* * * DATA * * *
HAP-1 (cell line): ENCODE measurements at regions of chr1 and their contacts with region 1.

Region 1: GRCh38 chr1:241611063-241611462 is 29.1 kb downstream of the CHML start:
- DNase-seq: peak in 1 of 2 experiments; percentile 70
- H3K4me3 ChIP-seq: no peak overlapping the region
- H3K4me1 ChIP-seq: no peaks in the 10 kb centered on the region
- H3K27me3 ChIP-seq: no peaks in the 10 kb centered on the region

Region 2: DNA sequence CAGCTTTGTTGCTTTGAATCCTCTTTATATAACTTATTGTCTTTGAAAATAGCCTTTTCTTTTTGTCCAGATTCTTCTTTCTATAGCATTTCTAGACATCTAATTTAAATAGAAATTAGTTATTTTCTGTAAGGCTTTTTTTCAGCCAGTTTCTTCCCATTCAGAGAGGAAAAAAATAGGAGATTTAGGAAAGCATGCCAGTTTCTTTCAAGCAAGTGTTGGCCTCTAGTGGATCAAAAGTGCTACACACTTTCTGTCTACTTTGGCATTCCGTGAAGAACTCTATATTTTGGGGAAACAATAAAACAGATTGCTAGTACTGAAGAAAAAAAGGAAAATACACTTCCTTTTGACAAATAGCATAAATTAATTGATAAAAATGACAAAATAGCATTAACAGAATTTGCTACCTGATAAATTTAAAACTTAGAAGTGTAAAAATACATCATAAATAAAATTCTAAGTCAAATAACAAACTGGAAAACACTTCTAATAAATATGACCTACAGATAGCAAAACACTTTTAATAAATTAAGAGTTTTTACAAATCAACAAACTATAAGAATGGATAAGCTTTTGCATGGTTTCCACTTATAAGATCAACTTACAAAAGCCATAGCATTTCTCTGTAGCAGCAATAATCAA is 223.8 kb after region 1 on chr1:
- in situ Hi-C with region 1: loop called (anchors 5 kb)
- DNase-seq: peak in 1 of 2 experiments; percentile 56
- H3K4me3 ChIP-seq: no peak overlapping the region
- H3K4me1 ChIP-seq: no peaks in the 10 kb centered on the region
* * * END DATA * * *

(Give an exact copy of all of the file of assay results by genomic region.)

HAP-1 (cell line): ENCODE measurements at regions of chr1 and their contacts with region 1.

Region 1: GRCh38 chr1:241611063-241611462 is 29.1 kb downstream of the CHML start:
- DNase-seq: peak in 1 of 2 experiments; percentile 70
- H3K4me3 ChIP-seq: no peak overlapping the region
- H3K4me1 ChIP-seq: no peaks in the 10 kb centered on the region
- H3K27me3 ChIP-seq: no peaks in the 10 kb centered on the region

Region 2: DNA sequence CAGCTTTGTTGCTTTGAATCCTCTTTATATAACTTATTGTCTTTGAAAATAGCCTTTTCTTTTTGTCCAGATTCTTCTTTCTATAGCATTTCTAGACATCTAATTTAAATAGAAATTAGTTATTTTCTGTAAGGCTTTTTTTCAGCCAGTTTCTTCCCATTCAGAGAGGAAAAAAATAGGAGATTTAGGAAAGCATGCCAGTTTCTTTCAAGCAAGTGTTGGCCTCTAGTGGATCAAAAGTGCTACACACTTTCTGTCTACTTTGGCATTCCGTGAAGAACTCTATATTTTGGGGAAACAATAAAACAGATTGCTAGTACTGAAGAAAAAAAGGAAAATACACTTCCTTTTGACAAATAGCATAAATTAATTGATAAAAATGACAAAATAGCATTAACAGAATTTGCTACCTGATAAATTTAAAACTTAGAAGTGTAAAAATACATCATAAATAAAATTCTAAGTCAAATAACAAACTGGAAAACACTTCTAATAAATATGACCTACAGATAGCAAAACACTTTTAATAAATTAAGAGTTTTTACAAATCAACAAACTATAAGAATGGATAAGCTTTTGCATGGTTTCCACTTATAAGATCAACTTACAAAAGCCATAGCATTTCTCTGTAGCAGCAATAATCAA is 223.8 kb after region 1 on chr1:
- in situ Hi-C with region 1: loop called (anchors 5 kb)
- DNase-seq: peak in 1 of 2 experiments; percentile 56
- H3K4me3 ChIP-seq: no peak overlapping the region
- H3K4me1 ChIP-seq: no peaks in the 10 kb centered on the region